Geneva, the second-largest city in Switzerland after Zürich, is located in the Rhône Valley very close to the French border. The bustling modern city has a beautiful location - situated on an alpine lake within view of Mont Blanc - and many things to see, yet the city lacks the overall appeal (for this author, at least) of other major Swiss cities like Zurich, Bern and Lausanne.
Geneva has several sites of religious interest, most notably those associated with John Calvin, the Protestant Reformer second in importance only to Martin Luther. Calvin led the Reformation in Geneva for decades, preaching his doctrines in St. Peter's Cathedral and the Auditoire de Calvin. Geneva became famous as a model of an ideal Protestant city, and reformers from all over Europe came to Geneva to learn from Calvin and his colleagues. Geneva's role as the "Protestant Rome" is commemorated in its large Reformation Monument.
Although Geneva has been predominantly Protestant since the time of Calvin, the cosmopolitan city also embraces other places of worship, including a Russian Orthodox church, an Anglican church, two mosques and two synagogues. Geneva is also the headquarters of global organizations like the United Nations (European office), Red Cross and Red Crescent, the World Council of Churches, and the Lutheran World Federation.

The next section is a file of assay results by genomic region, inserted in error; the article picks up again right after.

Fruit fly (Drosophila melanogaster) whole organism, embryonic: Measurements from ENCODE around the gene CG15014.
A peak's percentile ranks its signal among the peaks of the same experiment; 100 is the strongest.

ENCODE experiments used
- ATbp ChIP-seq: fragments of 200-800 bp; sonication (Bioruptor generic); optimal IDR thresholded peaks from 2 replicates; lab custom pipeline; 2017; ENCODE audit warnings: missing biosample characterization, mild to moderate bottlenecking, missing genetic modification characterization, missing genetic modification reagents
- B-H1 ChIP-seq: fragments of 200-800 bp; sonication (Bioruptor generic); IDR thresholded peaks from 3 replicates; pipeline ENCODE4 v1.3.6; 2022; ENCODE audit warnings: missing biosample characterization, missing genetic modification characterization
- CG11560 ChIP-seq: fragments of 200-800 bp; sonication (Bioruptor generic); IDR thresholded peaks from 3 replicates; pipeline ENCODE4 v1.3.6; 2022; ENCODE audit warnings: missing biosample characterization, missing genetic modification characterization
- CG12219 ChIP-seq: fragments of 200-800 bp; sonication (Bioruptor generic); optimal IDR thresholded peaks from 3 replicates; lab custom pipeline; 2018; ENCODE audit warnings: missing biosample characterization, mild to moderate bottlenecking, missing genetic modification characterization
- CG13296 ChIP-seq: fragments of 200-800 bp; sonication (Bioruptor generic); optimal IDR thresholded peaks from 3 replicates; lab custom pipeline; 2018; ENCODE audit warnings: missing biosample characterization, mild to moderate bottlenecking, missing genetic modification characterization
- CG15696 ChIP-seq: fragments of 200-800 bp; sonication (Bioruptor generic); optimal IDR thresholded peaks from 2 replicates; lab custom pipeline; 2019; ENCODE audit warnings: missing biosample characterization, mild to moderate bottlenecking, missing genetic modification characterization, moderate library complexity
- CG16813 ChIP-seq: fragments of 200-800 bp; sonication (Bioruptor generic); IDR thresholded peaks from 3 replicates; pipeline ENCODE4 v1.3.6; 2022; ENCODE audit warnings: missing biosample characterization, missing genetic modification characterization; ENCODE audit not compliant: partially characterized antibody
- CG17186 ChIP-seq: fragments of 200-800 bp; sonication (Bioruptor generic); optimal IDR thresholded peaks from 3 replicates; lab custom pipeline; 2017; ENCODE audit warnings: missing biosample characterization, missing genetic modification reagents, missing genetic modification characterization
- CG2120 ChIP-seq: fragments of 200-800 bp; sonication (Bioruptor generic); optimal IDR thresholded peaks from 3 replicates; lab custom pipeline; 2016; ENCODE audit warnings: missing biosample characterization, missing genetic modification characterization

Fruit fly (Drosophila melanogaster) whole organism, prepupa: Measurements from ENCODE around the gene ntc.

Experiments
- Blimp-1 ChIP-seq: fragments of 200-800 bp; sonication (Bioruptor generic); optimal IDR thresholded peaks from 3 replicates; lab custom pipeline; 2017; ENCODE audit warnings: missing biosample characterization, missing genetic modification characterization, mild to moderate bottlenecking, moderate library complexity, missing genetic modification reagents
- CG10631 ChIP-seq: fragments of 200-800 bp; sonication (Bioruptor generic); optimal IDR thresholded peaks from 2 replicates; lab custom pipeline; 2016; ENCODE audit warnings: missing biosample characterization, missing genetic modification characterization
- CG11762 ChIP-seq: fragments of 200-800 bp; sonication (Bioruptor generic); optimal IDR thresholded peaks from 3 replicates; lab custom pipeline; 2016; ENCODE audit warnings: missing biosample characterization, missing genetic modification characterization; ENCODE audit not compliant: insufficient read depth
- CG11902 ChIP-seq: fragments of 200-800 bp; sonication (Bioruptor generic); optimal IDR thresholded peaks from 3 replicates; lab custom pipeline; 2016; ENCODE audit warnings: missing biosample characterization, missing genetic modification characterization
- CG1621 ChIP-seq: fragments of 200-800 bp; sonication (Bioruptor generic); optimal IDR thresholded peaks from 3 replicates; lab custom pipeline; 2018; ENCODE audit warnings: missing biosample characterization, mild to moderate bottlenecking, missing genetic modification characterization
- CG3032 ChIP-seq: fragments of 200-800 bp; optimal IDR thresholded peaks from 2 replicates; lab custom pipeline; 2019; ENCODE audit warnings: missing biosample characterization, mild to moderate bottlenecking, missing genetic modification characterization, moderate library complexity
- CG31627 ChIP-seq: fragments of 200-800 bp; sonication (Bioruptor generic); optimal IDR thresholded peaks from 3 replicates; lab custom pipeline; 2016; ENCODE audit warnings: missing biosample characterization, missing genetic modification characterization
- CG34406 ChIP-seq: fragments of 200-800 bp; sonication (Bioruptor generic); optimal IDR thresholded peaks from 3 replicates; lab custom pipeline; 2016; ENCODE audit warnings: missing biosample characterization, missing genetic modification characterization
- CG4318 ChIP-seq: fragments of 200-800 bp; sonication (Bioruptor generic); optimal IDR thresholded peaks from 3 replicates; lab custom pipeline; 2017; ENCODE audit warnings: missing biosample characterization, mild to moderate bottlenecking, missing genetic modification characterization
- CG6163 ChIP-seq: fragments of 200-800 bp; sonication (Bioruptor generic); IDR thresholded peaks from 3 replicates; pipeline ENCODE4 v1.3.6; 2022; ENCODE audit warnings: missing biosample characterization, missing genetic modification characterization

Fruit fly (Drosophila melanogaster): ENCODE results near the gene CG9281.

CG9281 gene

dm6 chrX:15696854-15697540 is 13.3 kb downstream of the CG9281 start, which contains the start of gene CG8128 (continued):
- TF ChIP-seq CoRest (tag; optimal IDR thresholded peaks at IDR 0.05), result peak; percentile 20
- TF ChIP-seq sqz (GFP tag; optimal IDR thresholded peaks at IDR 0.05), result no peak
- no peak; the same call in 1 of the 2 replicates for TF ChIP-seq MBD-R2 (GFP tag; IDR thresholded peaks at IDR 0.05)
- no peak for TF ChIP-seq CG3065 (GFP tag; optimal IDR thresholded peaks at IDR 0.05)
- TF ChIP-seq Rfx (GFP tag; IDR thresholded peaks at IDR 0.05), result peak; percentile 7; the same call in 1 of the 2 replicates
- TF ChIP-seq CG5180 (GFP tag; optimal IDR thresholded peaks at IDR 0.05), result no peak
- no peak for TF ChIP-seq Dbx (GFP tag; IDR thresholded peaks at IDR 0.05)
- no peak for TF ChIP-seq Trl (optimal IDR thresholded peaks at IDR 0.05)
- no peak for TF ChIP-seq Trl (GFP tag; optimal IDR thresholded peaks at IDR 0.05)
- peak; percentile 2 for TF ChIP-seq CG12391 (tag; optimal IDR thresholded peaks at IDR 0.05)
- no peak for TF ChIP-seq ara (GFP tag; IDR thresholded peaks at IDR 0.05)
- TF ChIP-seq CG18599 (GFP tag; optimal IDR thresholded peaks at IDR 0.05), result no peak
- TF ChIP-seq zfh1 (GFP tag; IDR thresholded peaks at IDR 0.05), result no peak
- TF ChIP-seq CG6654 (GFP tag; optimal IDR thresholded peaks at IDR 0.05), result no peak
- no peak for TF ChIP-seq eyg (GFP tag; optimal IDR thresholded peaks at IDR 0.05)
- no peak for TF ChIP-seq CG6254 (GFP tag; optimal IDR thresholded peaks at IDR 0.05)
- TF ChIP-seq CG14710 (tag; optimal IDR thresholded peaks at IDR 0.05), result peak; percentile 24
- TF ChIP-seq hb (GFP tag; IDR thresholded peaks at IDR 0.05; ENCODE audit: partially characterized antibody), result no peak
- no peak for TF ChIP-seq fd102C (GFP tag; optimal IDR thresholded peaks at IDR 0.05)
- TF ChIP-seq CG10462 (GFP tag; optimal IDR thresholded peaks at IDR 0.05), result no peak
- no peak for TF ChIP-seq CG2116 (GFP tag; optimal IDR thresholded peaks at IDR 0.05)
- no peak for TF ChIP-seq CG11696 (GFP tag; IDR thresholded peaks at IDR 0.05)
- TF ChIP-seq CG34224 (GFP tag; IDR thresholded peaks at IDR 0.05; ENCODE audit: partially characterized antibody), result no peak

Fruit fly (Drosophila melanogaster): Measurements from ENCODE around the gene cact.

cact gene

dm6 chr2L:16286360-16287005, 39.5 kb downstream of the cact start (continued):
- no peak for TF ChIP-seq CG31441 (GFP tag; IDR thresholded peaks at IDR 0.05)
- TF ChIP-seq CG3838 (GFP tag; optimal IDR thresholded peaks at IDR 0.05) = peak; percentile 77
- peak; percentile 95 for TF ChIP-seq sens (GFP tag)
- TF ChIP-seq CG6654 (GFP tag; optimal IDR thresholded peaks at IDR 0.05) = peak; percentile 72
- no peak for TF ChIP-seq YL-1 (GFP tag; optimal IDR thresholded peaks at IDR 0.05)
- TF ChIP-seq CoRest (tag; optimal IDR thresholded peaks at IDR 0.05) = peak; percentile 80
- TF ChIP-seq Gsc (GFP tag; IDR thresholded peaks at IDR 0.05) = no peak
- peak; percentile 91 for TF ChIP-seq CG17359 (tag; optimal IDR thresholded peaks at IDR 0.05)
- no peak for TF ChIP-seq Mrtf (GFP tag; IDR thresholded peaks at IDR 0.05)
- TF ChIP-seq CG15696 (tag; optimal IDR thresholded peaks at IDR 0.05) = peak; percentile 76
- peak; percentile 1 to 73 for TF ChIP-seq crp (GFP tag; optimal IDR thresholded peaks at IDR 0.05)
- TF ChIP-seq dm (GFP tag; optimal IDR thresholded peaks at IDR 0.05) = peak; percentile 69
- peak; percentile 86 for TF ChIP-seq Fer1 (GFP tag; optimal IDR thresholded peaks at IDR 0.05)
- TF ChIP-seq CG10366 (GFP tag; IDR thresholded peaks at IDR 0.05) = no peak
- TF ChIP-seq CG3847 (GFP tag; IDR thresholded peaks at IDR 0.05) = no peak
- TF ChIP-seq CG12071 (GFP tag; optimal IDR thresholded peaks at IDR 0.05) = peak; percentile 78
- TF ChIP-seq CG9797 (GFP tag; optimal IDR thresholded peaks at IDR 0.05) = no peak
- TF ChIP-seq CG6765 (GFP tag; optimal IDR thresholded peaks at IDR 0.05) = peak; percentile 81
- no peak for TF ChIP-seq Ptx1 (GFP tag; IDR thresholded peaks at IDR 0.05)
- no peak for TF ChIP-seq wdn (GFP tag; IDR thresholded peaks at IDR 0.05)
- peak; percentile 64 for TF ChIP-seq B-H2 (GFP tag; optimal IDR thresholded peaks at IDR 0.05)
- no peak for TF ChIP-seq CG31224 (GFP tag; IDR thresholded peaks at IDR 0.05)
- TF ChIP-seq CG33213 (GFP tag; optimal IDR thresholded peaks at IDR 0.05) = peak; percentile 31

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Sacred Sites and Religious Attractions in Geneva
Archaeological SiteExcavations beneath Geneva's cathedral have revealed Roman mosaics, several Early Christian churches and a medieval crypt. A catwalk leads visitors through the ancient ruins.
Auditoire de CalvinIn this Protestant lecture hall, John Knox preached from 1556 to 1559 and John Calvin founded a Christian academy in 1559.
Geneva Cathedral (St-Pierre)In this historic cathedral you can see the pulpit from which John Calvin preached the Reformation, examine interesting carved capitals, and climb the tower for spectacular views.
- Islamic Center of Geneva
Russian ChurchBuilt in 1866 for the Russian Orthodox community of Geneva.
Grande SynagogueThis pink Moorish-style synagogue was built in 1859 for Geneva's Ashkenazi Jewish community.
Holy Trinity ChurchA 19th-century Anglican church with an English-speaking congregation.
Reformation WallThis huge monument was constructed in 1917 to commemorate Geneva's significant role in the Reformation. It features an array of stone statues, bas-reliefs and inscriptions.